8-Month-Old Suffers Severe Head Injury
Infant Gali was only 8-months-old when a heavy plastic object fell on her head while her father was walking outside with her in her carriage in a residential neighborhood in Petach Tikvah. She was suffering from a brain hemorrhage and severe head trauma, as well as fascialis (paralysis of the facial nerve) and seizures when her parents brought her to Schneider Children's. A CT scan showed that Gali suffered a broad fracture in the right side of her skull with bleeding in the brain.
"We were shocked with the force of the injury on her head", said Mayin, Gali's mother. "Half her face was paralyzed, she barely moved her limbs on the left side of her body, her eyes rolled around and she screamed in pain as never before. We arrived at Schneider in shock and terrified." During the initial days of her hospitalization, the family investigated and discovered that the object that hit her head was part of a water pump from a private pool. "This was thrown from a porch from one of the building's in the neighborhood", said Mayin.
Gali was hospitalized for several days in the Intensive Care Unit at Schneider headed by Prof. Elhanan Nahum, and underwent surgery by Dr. Ivan Novitzky, senior neurosurgeon. "In cases of traumatic skull injury, the brain swells frequently requiring surgery to allow more space for the swollen brain and to obviate increased pressure within the skull," said Dr. Amir Kershenovich, Head of Neurosurgery at Schneider Children's. "In Gali's case, the fracture was created in such a way that it severed from the skull itself and in fact allowed space for the swollen brain, thus preventing additional damage because of internal pressure. During the operation, the hemorrhage was drained, injured tissues removed, torn meninges repaired, and the skull bones were reconnected."
"It is very exciting and encouraging to see Gali today after her amazing recovery from the terrible injury. It is important to remember that head injuries in infants and small children can undergo a process called neuroplasticity, since the brain has still not fully developed. This means that entire areas with unique functions in the central nervous system can alter their function and activity pattern as a response to brain injury. In other words, the brain "compensates" injured areas and is assisted by other areas in the brain to implement other functions." Dr. Kershenovich added that "we cannot know the precise scope of Gali's brain injury and whether there will be long-term side-effects. We can only hope that the injury was minimal."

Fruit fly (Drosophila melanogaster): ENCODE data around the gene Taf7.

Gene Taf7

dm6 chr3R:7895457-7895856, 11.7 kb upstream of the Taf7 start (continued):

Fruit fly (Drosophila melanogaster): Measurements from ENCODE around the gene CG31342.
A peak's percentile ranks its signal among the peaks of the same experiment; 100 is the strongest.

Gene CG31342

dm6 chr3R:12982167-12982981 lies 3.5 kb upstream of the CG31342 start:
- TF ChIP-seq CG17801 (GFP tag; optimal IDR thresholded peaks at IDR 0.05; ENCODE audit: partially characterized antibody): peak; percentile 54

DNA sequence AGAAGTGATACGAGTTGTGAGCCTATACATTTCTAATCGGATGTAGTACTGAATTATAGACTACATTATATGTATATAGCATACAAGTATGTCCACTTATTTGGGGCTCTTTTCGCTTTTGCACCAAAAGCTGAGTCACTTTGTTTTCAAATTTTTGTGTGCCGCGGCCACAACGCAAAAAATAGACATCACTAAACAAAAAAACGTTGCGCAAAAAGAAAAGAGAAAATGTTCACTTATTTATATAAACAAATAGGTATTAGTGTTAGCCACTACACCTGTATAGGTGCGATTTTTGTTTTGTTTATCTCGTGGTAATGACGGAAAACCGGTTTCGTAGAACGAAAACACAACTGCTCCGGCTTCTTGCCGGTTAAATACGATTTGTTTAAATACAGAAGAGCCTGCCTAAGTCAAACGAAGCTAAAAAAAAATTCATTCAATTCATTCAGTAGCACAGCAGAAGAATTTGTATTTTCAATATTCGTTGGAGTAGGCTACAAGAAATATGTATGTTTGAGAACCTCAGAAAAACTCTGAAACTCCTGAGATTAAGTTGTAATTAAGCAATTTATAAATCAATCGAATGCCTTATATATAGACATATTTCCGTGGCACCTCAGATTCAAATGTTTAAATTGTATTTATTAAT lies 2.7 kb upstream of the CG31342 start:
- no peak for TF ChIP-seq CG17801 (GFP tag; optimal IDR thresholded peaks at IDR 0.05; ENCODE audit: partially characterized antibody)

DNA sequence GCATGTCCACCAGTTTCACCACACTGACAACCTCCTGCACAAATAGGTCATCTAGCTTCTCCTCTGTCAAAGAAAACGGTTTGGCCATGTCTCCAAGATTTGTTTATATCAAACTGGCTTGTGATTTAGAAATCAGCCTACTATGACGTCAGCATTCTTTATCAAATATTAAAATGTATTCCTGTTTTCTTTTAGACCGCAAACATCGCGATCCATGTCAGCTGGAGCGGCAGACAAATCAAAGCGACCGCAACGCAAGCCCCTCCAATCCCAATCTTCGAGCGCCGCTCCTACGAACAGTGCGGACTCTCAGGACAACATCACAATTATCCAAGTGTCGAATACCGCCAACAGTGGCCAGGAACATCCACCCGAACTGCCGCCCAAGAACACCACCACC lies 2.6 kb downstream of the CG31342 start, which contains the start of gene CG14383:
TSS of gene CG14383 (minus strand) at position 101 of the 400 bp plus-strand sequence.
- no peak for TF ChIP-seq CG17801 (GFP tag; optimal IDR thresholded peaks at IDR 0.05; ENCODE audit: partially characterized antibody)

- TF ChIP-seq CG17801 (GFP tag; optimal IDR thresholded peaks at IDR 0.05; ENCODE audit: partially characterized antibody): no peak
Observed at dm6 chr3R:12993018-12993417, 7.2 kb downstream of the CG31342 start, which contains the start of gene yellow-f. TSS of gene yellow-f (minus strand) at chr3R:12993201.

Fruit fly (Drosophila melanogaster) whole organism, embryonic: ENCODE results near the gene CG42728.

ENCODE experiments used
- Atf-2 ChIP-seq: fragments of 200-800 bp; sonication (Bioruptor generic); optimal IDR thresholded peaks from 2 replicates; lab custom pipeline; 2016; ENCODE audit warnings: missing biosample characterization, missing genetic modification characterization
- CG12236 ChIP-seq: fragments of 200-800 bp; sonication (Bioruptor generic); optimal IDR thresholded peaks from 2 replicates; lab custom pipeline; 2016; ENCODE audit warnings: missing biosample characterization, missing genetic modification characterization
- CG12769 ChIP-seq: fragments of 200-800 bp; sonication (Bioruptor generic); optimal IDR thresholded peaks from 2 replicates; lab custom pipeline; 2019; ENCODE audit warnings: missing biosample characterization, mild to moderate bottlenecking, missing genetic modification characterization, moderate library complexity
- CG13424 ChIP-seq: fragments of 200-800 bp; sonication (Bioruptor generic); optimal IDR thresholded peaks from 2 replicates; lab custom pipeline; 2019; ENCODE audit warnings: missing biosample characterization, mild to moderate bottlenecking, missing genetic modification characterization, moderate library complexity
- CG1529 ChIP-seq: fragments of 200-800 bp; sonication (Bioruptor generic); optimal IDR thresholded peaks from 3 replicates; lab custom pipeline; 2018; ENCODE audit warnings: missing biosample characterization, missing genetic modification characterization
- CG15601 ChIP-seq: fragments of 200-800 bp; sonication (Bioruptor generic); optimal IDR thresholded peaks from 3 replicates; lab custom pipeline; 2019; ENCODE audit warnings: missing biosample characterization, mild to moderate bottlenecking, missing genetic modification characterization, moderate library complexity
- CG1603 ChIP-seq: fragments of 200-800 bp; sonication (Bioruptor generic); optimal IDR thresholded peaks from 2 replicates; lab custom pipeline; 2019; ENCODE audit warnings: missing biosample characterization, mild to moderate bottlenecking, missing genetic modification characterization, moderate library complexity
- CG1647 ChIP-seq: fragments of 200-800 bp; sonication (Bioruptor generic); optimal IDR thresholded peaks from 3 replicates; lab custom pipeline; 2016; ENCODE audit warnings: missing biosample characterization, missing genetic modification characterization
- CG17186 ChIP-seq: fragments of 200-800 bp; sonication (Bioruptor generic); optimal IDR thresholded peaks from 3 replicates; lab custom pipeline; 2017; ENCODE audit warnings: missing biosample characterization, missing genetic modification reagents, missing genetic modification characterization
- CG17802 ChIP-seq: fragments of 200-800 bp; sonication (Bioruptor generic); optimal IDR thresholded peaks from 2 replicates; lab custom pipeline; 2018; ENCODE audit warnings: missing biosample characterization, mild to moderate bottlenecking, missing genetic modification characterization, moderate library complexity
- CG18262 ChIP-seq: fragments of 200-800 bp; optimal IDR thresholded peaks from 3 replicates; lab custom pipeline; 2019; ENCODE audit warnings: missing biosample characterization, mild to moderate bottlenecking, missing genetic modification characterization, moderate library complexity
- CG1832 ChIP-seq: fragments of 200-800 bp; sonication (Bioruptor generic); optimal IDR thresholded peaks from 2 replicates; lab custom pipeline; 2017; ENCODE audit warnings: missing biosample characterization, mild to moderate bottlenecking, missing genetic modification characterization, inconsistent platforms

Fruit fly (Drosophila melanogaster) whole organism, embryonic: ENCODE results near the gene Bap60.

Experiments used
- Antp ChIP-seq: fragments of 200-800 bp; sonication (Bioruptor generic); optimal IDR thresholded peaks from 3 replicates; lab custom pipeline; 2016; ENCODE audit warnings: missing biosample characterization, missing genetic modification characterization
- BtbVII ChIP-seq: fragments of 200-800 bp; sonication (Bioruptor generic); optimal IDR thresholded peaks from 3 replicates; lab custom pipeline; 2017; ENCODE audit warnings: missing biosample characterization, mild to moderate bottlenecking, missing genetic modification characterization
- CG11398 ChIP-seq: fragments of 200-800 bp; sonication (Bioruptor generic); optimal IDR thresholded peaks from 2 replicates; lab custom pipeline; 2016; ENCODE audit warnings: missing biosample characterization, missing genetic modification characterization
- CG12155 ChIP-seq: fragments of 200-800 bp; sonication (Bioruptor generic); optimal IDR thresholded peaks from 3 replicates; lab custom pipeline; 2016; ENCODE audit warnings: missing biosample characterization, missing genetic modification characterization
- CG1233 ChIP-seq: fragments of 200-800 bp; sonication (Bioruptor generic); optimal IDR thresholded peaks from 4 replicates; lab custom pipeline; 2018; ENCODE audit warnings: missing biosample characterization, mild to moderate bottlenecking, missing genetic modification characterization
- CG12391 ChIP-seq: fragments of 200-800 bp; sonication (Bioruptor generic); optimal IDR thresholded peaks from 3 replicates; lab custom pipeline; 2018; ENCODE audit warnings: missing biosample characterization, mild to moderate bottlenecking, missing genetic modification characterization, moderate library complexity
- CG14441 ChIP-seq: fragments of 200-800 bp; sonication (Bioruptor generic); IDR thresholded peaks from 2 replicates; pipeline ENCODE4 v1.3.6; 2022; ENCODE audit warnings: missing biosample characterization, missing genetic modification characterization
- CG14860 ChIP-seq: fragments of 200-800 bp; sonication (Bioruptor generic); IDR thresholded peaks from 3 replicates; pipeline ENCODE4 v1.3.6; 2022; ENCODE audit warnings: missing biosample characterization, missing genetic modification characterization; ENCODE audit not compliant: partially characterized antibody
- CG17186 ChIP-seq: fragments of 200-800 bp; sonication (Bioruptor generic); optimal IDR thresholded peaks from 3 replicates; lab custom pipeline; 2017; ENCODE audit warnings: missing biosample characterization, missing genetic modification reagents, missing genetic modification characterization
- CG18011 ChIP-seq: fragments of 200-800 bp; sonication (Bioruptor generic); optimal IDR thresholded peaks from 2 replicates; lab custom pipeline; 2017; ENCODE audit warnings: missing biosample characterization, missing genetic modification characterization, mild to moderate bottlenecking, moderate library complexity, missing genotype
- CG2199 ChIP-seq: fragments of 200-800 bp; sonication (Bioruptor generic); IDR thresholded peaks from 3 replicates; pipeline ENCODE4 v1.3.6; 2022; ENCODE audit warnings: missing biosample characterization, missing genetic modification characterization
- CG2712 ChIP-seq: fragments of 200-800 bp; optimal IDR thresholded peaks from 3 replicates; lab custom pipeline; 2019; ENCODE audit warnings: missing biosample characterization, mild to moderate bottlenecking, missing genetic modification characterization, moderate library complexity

After Gali recovered from the operation, she was transferred for continued care in the Neurosurgery Department. Two-and-a-half weeks after arriving at Schneider Children's, she was discharged and began the long process of rehabilitation at the Levenstein Rehabilitation Center in Raanana. "Gali underwent a successful rehabilitation in a shorter time than anticipated, and achieved significant progress in many areas," said Dr. Sharon Shaklai, Director of the Children's and Youth Rehabilitation Department at Levenstein. "She was treated at Levenstein by a multidisciplinary team who provided physical and occupational therapy, and communication and emotional accompaniment alongside medical and nursing care. Gali will need prolonged care in the community, and we will continue to follow-up, support and accompany the family."